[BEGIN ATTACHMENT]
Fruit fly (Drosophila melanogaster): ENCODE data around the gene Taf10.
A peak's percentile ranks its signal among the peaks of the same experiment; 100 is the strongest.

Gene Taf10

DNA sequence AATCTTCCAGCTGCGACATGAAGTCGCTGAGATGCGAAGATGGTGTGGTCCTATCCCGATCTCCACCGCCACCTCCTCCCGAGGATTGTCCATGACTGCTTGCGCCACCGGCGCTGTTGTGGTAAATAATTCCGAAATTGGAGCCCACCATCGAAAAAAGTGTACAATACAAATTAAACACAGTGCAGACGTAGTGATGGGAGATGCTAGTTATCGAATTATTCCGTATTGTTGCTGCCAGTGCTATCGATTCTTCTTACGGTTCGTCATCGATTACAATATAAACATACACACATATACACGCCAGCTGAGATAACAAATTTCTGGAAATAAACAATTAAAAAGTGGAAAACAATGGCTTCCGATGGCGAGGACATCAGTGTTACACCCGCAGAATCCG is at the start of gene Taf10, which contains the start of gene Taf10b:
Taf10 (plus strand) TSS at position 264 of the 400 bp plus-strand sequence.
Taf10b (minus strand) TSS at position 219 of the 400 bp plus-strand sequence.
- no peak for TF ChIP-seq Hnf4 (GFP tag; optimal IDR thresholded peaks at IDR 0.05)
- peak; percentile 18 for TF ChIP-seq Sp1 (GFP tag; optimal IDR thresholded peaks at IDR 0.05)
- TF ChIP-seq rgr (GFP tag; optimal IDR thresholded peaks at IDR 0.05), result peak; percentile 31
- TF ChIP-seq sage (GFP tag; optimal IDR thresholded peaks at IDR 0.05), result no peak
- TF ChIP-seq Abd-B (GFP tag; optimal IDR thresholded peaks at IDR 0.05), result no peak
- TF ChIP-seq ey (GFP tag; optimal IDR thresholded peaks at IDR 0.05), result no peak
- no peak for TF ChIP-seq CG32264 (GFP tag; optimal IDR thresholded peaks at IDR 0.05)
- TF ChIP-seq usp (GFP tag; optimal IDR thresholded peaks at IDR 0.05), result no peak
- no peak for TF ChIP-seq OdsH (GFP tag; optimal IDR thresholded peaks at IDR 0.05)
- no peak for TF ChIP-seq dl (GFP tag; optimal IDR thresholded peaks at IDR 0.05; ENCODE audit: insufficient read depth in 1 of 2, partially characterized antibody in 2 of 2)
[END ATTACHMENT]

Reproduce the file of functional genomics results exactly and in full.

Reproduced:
Fruit fly (Drosophila melanogaster): ENCODE data around the gene Taf10.
A peak's percentile ranks its signal among the peaks of the same experiment; 100 is the strongest.

Gene Taf10

DNA sequence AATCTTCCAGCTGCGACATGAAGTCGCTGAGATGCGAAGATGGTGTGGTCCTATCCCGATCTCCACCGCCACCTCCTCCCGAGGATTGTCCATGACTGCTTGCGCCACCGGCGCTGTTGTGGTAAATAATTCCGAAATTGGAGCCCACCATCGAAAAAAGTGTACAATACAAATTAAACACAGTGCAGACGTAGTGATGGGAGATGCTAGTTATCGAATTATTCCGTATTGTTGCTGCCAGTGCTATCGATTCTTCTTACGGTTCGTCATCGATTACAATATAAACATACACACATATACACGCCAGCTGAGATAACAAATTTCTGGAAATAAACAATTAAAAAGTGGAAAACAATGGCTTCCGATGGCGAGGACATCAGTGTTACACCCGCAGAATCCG is at the start of gene Taf10, which contains the start of gene Taf10b:
Taf10 (plus strand) TSS at position 264 of the 400 bp plus-strand sequence.
Taf10b (minus strand) TSS at position 219 of the 400 bp plus-strand sequence.
- no peak for TF ChIP-seq Hnf4 (GFP tag; optimal IDR thresholded peaks at IDR 0.05)
- peak; percentile 18 for TF ChIP-seq Sp1 (GFP tag; optimal IDR thresholded peaks at IDR 0.05)
- TF ChIP-seq rgr (GFP tag; optimal IDR thresholded peaks at IDR 0.05), result peak; percentile 31
- TF ChIP-seq sage (GFP tag; optimal IDR thresholded peaks at IDR 0.05), result no peak
- TF ChIP-seq Abd-B (GFP tag; optimal IDR thresholded peaks at IDR 0.05), result no peak
- TF ChIP-seq ey (GFP tag; optimal IDR thresholded peaks at IDR 0.05), result no peak
- no peak for TF ChIP-seq CG32264 (GFP tag; optimal IDR thresholded peaks at IDR 0.05)
- TF ChIP-seq usp (GFP tag; optimal IDR thresholded peaks at IDR 0.05), result no peak
- no peak for TF ChIP-seq OdsH (GFP tag; optimal IDR thresholded peaks at IDR 0.05)
- no peak for TF ChIP-seq dl (GFP tag; optimal IDR thresholded peaks at IDR 0.05; ENCODE audit: insufficient read depth in 1 of 2, partially characterized antibody in 2 of 2)